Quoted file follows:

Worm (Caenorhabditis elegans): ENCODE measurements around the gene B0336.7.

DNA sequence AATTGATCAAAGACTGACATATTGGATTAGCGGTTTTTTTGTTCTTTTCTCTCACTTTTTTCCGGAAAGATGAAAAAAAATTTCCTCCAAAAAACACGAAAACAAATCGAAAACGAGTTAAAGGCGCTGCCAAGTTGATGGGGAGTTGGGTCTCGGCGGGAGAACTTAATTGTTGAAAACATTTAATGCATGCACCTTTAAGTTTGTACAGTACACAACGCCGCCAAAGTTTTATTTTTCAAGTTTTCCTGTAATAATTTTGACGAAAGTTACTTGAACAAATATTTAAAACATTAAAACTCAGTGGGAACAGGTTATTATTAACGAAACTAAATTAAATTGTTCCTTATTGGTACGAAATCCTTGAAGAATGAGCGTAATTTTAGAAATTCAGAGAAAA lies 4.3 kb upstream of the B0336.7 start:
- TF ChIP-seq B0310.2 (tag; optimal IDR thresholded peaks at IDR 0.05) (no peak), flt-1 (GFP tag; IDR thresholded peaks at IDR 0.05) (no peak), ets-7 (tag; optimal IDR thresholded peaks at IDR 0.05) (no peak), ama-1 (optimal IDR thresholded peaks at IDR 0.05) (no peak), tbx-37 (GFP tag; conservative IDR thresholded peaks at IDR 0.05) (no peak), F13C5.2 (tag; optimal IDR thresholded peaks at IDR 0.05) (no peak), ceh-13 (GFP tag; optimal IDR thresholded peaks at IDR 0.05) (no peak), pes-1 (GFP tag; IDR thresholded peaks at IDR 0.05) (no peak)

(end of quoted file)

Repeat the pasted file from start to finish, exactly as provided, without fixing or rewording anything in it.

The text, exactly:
Worm (Caenorhabditis elegans): ENCODE measurements around the gene B0336.7.

DNA sequence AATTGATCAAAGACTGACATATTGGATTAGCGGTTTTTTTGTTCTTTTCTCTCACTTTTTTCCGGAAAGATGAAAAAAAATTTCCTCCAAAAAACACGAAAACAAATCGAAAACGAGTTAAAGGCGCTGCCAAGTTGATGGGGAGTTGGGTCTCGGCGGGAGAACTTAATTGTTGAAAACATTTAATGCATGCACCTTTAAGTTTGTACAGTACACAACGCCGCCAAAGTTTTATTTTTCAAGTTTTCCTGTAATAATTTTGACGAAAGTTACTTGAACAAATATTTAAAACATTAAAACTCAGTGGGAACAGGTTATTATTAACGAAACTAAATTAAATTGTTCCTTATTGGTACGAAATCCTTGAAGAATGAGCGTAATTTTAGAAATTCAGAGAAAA lies 4.3 kb upstream of the B0336.7 start:
- TF ChIP-seq B0310.2 (tag; optimal IDR thresholded peaks at IDR 0.05) (no peak), flt-1 (GFP tag; IDR thresholded peaks at IDR 0.05) (no peak), ets-7 (tag; optimal IDR thresholded peaks at IDR 0.05) (no peak), ama-1 (optimal IDR thresholded peaks at IDR 0.05) (no peak), tbx-37 (GFP tag; conservative IDR thresholded peaks at IDR 0.05) (no peak), F13C5.2 (tag; optimal IDR thresholded peaks at IDR 0.05) (no peak), ceh-13 (GFP tag; optimal IDR thresholded peaks at IDR 0.05) (no peak), pes-1 (GFP tag; IDR thresholded peaks at IDR 0.05) (no peak)